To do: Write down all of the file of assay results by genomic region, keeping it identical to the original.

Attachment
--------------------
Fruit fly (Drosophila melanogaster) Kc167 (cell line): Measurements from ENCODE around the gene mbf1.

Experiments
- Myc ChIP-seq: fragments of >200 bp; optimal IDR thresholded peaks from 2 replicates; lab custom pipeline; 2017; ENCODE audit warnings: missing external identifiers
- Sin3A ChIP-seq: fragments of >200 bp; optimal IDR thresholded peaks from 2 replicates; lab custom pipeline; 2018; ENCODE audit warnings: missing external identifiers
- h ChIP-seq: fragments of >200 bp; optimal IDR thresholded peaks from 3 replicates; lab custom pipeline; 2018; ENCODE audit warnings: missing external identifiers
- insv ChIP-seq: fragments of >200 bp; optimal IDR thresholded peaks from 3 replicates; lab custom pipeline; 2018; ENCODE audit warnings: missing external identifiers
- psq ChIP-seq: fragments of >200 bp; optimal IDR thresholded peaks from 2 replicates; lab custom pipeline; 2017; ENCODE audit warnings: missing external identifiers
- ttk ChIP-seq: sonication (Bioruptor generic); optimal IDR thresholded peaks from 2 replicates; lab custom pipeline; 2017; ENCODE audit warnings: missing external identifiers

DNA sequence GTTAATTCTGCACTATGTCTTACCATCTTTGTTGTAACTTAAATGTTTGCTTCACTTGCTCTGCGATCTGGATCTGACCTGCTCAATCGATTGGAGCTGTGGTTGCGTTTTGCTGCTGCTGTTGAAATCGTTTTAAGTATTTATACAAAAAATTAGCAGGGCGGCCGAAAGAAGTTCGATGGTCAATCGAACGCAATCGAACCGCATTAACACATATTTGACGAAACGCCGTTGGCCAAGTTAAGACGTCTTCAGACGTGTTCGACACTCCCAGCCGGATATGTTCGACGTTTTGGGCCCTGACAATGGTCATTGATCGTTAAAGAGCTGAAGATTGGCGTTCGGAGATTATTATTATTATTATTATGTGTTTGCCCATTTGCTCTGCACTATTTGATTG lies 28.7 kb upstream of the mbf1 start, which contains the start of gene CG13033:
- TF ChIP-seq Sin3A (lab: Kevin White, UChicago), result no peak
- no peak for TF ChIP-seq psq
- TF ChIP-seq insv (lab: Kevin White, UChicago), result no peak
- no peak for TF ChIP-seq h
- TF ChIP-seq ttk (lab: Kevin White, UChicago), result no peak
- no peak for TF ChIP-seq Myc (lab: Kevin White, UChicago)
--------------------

Fruit fly (Drosophila melanogaster) Kc167 (cell line): Measurements from ENCODE around the gene mbf1.

Experiments
- Myc ChIP-seq: fragments of >200 bp; optimal IDR thresholded peaks from 2 replicates; lab custom pipeline; 2017; ENCODE audit warnings: missing external identifiers
- Sin3A ChIP-seq: fragments of >200 bp; optimal IDR thresholded peaks from 2 replicates; lab custom pipeline; 2018; ENCODE audit warnings: missing external identifiers
- h ChIP-seq: fragments of >200 bp; optimal IDR thresholded peaks from 3 replicates; lab custom pipeline; 2018; ENCODE audit warnings: missing external identifiers
- insv ChIP-seq: fragments of >200 bp; optimal IDR thresholded peaks from 3 replicates; lab custom pipeline; 2018; ENCODE audit warnings: missing external identifiers
- psq ChIP-seq: fragments of >200 bp; optimal IDR thresholded peaks from 2 replicates; lab custom pipeline; 2017; ENCODE audit warnings: missing external identifiers
- ttk ChIP-seq: sonication (Bioruptor generic); optimal IDR thresholded peaks from 2 replicates; lab custom pipeline; 2017; ENCODE audit warnings: missing external identifiers

DNA sequence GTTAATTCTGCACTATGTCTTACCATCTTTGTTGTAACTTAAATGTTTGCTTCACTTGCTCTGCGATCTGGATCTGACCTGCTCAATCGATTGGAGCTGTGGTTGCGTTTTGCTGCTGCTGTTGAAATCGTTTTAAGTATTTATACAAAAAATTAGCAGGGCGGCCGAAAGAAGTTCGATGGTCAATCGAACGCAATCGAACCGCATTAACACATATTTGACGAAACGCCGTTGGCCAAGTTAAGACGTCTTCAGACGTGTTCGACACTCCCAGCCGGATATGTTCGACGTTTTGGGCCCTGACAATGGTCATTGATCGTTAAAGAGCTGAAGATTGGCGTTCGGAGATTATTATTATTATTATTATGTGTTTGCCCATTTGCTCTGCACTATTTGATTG lies 28.7 kb upstream of the mbf1 start, which contains the start of gene CG13033:
- TF ChIP-seq Sin3A (lab: Kevin White, UChicago), result no peak
- no peak for TF ChIP-seq psq
- TF ChIP-seq insv (lab: Kevin White, UChicago), result no peak
- no peak for TF ChIP-seq h
- TF ChIP-seq ttk (lab: Kevin White, UChicago), result no peak
- no peak for TF ChIP-seq Myc (lab: Kevin White, UChicago)